Bucket List Material: Taste The Nuances Of Roman Life In These Towns/Villages

Not that we are complaining, but the Italian capital of Rome with its thousands of years of cultural, literary, architectural and historical influence throughout the world obscures the small towns that dot the circumference of Rome. These quaint towns dotting the circumference of Rome often miss the attention they deserve. While it’s true that there can never be a second Colosseum, these towns and villages have their own idiosyncrasies put on proud display, which is sure to charm anyone. Be it a day trip or a weekend away from the sprawling Roman cosmopolitan, once you tear away from the mass and the bustling streets, you’ll find a sweet haven in these towns/villages. By Shubhanjana Das

1. Orvieto

If you want to explore the Roman ways of life and its globally-influential architecture without leaving Rome way too far behind, Orvieto is the best choice for a quick day trip. Sitting midway between Rome and Florence, the medieval lanes and the charming restaurants are all complements for the main attraction of the grand cathedral, a structure known all around Italy for its imposing Gothic architecture. The fresco cycle by Luca Signorelli depicting the Giudizio Universale and the highly-intricate facade attracts hour-long ogles by onlookers who just can’t seem to get enough.

2. Castelli Romani

When we think of Castelli Romani, we think of vine-clad hills and the absolute culinary adventure that awaits there. The restaurants and cafes here make sure that your glass of the local white wine is never empty. The best place to have a taste test (or a full-fledged sesh) is at one of its many catines (cellars), and the Cantina Simonetti in particular. To grace your platter is the porchetta or the herbed spit-roasted pork. For the ultimate fare of a foodie who is tough to impress, a grand meal at Antico Ristorante Pagnanelli overlooking the dreamy views of the Lago Albano lake makes the trip to Castelli Romani a sumptuous affair.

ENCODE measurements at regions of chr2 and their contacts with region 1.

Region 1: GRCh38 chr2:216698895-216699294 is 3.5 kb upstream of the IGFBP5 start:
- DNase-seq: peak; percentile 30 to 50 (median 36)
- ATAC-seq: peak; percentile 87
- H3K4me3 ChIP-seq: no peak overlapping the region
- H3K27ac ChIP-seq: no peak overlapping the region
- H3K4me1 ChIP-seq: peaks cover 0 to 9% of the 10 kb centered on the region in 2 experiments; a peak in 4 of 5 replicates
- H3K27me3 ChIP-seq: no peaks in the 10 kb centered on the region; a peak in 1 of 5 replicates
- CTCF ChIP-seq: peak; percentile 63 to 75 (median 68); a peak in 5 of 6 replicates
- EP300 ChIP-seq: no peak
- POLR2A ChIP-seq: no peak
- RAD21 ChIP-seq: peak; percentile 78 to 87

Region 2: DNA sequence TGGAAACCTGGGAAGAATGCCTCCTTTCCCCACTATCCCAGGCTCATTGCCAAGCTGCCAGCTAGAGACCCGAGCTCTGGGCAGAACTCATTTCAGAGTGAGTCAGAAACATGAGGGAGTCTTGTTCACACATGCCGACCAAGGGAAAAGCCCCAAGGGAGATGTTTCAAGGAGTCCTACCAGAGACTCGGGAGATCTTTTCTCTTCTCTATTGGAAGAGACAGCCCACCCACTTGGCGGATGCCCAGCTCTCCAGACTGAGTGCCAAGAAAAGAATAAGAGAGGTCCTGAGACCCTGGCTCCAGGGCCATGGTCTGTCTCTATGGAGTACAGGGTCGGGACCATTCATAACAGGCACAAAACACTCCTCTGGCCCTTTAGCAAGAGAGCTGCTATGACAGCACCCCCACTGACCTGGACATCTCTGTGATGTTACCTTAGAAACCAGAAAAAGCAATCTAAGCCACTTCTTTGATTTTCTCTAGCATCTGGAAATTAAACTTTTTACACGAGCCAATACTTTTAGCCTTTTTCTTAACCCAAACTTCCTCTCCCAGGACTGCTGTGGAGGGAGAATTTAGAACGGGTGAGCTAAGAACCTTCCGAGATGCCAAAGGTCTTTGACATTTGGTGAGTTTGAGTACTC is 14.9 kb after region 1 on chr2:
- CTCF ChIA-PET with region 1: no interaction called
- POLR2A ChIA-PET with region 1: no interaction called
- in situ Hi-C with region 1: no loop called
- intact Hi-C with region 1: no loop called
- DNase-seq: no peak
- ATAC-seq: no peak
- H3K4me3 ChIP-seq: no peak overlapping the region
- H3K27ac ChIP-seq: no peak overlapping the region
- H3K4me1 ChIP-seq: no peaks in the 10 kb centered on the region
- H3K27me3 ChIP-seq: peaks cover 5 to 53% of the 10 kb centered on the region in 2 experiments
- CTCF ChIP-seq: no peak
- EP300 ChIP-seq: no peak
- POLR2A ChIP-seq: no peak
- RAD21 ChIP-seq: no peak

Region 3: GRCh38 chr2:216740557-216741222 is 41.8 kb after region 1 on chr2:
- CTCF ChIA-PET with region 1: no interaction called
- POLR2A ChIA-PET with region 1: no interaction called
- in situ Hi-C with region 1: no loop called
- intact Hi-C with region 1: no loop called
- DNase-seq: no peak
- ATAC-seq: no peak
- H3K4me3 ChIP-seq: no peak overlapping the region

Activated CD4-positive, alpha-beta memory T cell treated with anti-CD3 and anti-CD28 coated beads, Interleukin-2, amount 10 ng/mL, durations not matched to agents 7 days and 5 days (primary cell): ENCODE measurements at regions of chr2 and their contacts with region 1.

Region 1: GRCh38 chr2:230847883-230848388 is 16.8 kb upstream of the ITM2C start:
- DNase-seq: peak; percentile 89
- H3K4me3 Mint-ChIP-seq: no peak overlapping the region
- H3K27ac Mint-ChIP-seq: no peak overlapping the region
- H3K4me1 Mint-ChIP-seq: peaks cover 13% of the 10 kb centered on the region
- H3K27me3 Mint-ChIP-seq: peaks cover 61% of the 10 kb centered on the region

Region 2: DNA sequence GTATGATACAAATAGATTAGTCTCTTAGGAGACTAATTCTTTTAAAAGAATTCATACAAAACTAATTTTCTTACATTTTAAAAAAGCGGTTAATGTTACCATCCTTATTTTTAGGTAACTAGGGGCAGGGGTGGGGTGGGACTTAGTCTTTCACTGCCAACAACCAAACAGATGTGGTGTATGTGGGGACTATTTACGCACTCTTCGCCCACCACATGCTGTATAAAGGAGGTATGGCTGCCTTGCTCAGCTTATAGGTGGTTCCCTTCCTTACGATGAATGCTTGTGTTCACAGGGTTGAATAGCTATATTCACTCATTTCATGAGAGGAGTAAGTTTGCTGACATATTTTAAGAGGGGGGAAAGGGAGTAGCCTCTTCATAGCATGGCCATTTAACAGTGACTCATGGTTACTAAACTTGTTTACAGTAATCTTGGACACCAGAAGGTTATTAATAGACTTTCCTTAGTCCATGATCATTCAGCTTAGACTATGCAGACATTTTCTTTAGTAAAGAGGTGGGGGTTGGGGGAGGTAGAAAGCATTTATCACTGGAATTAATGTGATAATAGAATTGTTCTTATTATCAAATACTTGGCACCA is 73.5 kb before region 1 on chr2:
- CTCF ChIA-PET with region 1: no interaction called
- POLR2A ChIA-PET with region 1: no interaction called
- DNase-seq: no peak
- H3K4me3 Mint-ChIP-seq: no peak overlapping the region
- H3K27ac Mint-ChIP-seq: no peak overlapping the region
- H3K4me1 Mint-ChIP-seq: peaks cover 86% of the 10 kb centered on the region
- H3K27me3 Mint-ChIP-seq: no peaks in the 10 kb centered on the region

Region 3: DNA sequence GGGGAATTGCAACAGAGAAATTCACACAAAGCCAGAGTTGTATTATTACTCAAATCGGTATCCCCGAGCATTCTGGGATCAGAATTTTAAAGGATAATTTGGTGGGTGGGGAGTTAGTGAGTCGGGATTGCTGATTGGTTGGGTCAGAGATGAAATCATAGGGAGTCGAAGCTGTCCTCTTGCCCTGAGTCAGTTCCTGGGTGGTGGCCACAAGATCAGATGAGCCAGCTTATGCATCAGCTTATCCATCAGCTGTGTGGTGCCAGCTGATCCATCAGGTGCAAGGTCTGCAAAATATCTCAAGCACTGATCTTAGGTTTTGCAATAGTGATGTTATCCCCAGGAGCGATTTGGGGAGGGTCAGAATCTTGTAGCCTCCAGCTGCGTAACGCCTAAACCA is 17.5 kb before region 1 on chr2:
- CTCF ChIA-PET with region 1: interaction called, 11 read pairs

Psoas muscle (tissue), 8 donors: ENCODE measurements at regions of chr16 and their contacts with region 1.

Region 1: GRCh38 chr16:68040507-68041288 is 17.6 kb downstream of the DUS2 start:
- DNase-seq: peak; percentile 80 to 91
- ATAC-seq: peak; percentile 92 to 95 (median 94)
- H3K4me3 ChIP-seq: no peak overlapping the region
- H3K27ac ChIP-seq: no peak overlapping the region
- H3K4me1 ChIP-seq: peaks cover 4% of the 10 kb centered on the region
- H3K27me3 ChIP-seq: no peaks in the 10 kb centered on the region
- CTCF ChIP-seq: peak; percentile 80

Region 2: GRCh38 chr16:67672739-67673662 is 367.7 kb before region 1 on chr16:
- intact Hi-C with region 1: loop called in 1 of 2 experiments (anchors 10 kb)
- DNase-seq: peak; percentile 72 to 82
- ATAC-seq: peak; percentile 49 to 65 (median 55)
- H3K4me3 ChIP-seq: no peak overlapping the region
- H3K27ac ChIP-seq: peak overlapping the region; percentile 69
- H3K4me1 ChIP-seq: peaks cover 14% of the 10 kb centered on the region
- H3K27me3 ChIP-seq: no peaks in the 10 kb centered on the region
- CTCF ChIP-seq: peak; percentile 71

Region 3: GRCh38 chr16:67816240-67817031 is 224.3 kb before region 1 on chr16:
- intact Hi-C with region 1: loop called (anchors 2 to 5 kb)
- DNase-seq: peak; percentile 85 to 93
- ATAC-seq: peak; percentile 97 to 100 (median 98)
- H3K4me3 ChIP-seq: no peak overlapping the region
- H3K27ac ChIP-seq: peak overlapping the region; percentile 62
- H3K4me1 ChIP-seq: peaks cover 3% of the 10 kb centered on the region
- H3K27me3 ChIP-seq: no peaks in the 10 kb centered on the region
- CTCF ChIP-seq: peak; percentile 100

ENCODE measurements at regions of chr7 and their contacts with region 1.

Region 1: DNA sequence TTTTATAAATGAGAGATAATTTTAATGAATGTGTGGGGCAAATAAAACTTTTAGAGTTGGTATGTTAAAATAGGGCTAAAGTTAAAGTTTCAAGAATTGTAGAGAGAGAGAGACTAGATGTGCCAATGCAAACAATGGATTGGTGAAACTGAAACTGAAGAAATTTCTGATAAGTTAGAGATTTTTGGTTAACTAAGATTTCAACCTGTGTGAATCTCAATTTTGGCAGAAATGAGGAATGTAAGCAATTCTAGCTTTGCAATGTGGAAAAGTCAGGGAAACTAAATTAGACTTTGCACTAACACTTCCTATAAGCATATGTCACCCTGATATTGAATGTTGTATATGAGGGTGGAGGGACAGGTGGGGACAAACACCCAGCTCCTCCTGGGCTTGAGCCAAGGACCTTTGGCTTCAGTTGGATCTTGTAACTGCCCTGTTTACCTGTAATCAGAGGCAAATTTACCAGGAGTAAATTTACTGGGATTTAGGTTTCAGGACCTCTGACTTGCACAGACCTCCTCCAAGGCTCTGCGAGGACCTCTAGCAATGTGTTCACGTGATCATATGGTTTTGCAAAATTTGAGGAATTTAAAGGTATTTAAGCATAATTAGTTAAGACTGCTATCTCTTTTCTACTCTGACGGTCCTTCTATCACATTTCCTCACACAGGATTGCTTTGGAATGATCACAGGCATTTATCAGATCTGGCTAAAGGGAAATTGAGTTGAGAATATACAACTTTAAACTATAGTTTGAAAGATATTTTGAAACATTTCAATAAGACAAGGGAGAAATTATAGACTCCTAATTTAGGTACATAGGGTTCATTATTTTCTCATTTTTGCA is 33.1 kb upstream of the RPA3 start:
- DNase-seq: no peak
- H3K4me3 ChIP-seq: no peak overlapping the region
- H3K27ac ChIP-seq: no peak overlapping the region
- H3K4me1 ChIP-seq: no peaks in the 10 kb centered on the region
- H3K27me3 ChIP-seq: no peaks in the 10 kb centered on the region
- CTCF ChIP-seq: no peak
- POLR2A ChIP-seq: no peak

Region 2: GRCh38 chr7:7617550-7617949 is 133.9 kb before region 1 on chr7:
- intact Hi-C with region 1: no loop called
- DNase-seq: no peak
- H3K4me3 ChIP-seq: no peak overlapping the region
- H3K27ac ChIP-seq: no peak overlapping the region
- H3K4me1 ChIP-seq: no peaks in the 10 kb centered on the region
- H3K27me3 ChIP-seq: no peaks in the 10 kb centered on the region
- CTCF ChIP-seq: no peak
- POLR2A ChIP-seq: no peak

3. Tivoli: Villa Gregoriana and Villa D’Este

The renaissance-style Villa D’este, built in the 16th century, is at a distance of 30 km from Rome, a bus ride that’ll cost you less than a cappuccino. Known for its sulphur baths, the impervious smell of the sulphur baths of Tivoli sometimes even reach Rome. But what does not is the soothing views of lush vegetation growing on the steep slopes of its neighbour, Villa Gregoriana. The cascading 130 m drop of River Aniene running close to the town is worth spending the day watching. Climb to the top of the park to witness ruins of temples from the Roman Acropolis and get an experience of the fascinating Roman life.

4. Ostia Antica

This one is no secret to the lovers of history and those who get charmed by the past and its relics. The Scavi Archeologici di Ostia Antica showcases the ruins of the Roman seaport with highlights like a bath complex with mosaic floors dating back to the second century (Terme di Nettuno), a Roman amphitheatre, and a cafe, also known as a Thermopolium, where the menu is frescoed on the wall. No photography skills needed here. Just let the Roman architecture do the talking in your pictures.

Related: Rome’s Dan Brown Tour Is a Must For Every Bookworm

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